Hollywood Blasted for LGBT Stereotypes in Movie Characters

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GLAAD Blasts Hollywood Stereotypes of LGBT Characters

When Georgia was on the brink of enacting a “religious liberty” law, Hollywood responded in force to protest a bill it characterized as discriminatory against LGBT people. The threat of financial recriminations by studios helped defeat the measure.

But when it comes to its own treatment of LGBT people, Hollywood gets poor to failing marks from a leading activist group.

In the latest scathing study on diversity in the entertainment industry, GLAAD reported Monday a sharp decrease in the number of LGBT characters in movies last year and noted that the few characters who did appear were usually portrayed as offensive stereotypes.

“Leaving LGBT people out of the picture — or including them only as a punchline — keeps old prejudices alive and creates an unsafe environment, not only here in America, but around the world,” says GLAAD President Sarah Kate Ellis in the Studio Responsibility Index.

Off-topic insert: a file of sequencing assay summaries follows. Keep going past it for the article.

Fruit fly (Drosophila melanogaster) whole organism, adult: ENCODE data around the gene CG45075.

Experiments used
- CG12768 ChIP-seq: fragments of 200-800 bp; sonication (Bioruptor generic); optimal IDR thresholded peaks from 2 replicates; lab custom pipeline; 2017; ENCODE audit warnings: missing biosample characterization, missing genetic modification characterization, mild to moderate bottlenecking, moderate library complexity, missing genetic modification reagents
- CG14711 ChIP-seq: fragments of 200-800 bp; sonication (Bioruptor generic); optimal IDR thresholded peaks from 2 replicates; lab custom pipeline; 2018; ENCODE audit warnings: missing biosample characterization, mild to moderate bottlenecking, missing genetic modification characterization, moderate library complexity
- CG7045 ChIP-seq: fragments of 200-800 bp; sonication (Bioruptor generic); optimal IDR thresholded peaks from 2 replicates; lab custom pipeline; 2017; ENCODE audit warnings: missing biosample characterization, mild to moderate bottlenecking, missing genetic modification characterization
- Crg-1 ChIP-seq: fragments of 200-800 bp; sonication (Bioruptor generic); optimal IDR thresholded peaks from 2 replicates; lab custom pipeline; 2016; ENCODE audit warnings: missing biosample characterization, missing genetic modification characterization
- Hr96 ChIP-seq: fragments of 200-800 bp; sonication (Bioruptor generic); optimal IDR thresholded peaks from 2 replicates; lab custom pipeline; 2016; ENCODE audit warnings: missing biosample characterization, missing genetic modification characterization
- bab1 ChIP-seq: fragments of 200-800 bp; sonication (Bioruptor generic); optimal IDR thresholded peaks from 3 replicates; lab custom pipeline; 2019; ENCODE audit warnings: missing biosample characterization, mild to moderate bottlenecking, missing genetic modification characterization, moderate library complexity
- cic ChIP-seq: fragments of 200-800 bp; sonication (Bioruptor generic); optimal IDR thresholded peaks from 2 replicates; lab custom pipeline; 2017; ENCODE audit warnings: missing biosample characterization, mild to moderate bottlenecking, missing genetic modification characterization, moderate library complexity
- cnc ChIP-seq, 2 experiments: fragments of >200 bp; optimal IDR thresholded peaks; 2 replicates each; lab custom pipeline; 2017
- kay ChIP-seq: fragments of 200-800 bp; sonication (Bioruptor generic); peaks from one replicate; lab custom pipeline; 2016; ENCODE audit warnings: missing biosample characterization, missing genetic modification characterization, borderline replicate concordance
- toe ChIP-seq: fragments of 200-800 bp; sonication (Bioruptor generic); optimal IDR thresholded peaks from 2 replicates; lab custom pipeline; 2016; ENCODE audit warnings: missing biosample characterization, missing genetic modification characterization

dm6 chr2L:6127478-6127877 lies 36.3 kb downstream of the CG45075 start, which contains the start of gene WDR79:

GLAAD Report Finds 17.5 of Hollywood Films Had LGBT Characters

The fourth annual report said that of the 126 major releases, 22 had LGBT characters, or 17.5 percent. Two studios, Disney and Paramount, had no LGBT characters at all in 2015 films, GLAAD says.

When LGBT characters or issues are featured, it often includes “gay panic and defamatory stereotypes for cheap laughs,” according to GLAAD.

The report cited two Kevin Hart films, “Get Hard” and “The Wedding Ringer,” as having “more blatant and incessant gay panic humor than we have seen in a Hollywood film in years.” It also singled out “Hot Tub Time Machine 2,” with a game show scene in which Rob Corddry and Craig Robinson must have sex with each other for losing, as featuring “significant defamatory content predicated on this type of humor.”

The GLAAD report is the latest assault on Hollywood’s diversity practices. Several studies have shown a strong bias in favor of straight white men, renewing the #HollywoodSoWhite protest last year, and the industry’s hiring practices are the subject of a sweeping investigation by federal labor regulators.

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